The onset of the pandemic compelled us to have a hard look at the role of the built environment in our lives, with lockdowns highlighting the stark limitations of contemporary residential design. These circumstances - that the majority of Western and developed countries haven’t perhaps explored or considered in too much depth before - have further compounded focus on biophilic design and sustainability, and the paramount role these concepts have for the future of our planet.
“The restrictions on movement and going outside have really accelerated this awareness that we are really far away from where we need to be,” says Stephen Choi, the Living Building Challenge Manager at Frasers Property Australia. “Being locked into a home has made us far more attuned to the environments that we've set up.”
A UK-qualified Project Architect and Australian-qualified Project Manager, Stephen co-founded not-for-profit environmental building consultancy, Architecture for Change and has been a long-time ambassador for the Living Future Institute in Australia. “I have found lots of projects that have benefited from thinking about biophilic design and having incorporated it - spaces that are inside that actually have a feeling like you're outside,” Stephen says. “We have this desire to be outdoors, to feel something, even if it is the rain that we may never have wanted to walk out into.”
The ability to maintain the connection to the wilderness that can be achieved through biophilic design has incredible, and very current, wellness benefits. But it has also got the potent ability to define our future. “When you think about the trajectory that we're on right now - changing climate, air pollution, water quality problems, ecosystems being degraded - I'm sure that we don't want to sustain that kind of trend. We have to be in a place where we are regenerating,” the winner of the Australian Institute of Architects’ 2020 Leadership in Sustainability Prize explains. “Biophilic design is a perfect gateway into that,” Stephen adds. There's a lot of research demonstrating that whatever we are exposed to as children, we care more about as adults. “If you grow up in an external environment, where you have a lot of connection to the natural world, you're far more likely to have a strong environmental bias when you are an adult.” Because of that biophilic design has a really key role to play. “We have to get people to care about the natural world of which we're part of - even though they might not be directly experiencing that wild nature on a daily or even monthly or even annual basis.”
And while some flippantly suggest the only way forward would be to go back to the caves, Stephen respectfully disagrees. “I understand the sentiment but I feel that it's not helpful. We need to be pragmatic and hopeful about what we're doing. There are many things about our society that are systemically difficult to address - that we live in a very car centric place, for example - but there are so many things that are changing,” he says decidedly. He goes on to mention a transformative initiative that saw biophilic design principles breathe a new life into a public housing neighborhood in Malmö, Sweden, and the biophilic wonder that is the Khoo Teck Puat Hospital in Singapore as real-life examples. “Khoo Teck Puat Hospital was the only hospital in the world where as a result of arriving I felt better,” he shares.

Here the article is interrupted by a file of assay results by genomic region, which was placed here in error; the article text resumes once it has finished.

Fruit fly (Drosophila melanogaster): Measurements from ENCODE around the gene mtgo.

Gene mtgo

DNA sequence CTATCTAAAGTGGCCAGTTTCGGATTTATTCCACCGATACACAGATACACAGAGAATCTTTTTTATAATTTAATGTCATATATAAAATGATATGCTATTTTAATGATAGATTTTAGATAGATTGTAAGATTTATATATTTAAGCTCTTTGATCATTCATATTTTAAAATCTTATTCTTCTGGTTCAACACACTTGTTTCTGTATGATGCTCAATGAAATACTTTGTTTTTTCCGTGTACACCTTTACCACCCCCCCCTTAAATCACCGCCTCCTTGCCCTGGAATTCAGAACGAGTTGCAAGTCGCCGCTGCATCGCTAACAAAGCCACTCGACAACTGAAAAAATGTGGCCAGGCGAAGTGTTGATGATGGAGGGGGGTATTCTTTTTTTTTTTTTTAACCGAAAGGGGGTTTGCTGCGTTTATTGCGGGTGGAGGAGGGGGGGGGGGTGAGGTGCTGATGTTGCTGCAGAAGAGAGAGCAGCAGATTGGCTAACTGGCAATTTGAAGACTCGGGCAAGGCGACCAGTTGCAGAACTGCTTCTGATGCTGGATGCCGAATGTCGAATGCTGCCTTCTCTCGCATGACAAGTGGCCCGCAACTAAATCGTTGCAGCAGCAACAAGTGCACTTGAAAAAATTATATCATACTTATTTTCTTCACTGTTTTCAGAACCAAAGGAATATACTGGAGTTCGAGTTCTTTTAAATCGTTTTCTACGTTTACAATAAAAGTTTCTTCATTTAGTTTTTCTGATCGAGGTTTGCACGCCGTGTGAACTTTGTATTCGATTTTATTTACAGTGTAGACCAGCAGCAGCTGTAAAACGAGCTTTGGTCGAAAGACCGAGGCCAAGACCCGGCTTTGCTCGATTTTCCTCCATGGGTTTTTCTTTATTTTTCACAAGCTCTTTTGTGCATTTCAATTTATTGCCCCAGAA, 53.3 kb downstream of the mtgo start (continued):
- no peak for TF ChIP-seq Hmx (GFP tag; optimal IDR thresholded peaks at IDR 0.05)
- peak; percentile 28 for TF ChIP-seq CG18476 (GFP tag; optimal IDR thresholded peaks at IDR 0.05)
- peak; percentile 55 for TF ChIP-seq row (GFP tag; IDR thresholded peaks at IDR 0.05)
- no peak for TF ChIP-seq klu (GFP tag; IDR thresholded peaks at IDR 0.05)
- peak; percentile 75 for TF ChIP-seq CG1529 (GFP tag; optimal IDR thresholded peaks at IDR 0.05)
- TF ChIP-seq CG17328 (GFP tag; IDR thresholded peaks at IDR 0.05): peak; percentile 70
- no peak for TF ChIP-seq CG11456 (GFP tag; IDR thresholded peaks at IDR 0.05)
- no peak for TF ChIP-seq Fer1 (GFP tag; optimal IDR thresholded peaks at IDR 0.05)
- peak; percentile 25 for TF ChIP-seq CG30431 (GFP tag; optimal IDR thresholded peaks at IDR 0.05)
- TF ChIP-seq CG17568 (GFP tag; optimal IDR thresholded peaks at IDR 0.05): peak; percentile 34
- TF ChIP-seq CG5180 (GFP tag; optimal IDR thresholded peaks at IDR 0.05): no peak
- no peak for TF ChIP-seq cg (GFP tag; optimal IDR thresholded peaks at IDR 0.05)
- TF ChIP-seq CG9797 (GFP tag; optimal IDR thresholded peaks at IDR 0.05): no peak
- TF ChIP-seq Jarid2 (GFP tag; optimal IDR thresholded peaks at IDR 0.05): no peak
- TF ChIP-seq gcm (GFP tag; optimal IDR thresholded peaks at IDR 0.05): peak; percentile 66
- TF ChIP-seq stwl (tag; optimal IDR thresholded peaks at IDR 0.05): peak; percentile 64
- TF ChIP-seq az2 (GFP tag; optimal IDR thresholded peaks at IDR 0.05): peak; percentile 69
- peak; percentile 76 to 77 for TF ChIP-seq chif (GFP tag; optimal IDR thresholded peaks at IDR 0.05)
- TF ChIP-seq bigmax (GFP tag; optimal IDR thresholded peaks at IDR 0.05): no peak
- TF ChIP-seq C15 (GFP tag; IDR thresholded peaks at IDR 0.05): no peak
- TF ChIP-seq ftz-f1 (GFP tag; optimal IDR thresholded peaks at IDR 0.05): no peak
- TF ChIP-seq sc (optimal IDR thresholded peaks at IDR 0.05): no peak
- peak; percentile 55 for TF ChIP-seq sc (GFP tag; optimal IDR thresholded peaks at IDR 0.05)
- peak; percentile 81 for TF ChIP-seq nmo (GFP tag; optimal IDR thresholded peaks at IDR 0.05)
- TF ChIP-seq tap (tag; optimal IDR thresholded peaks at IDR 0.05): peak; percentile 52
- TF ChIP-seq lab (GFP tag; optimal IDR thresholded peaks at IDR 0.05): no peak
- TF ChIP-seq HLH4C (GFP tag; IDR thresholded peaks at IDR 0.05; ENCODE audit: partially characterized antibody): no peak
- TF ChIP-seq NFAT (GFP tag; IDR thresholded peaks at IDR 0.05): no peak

Stephen thinks there is a lot of opportunity for a positive change here, in Australia. “If you go up high in Sydney and you look down, and all you're seeing is air conditioning systems - not even solar power in a lot of cases - that’s quite depressing. There's so much potential there - it just takes some care, and some levers that will make changes in economics. In and around the Melbourne area, there's a lot of councils that have declared a climate emergency, and yet they are approving buildings every day that are actually degrading the very climate they say is in an emergency situation. It's very dangerous to use terms, and then not follow through on them because they become weaker over time. And the word emergency is a very strong term.”
There is no doubt that legislative levers are at least a part of the answer. “It is an absolute requirement. We can rely on some private developers to do innovative things but until we go from the bottom up approach, we're talking about such a radical change needed in the shortest amount of time possible. That's not all going to happen through a handful of innovative developments.”
Listen to this episode here.
This podcast was bought to you in association with Interface, proud sponsors of the Sustainability Series of podcasts. Find out more from Interface.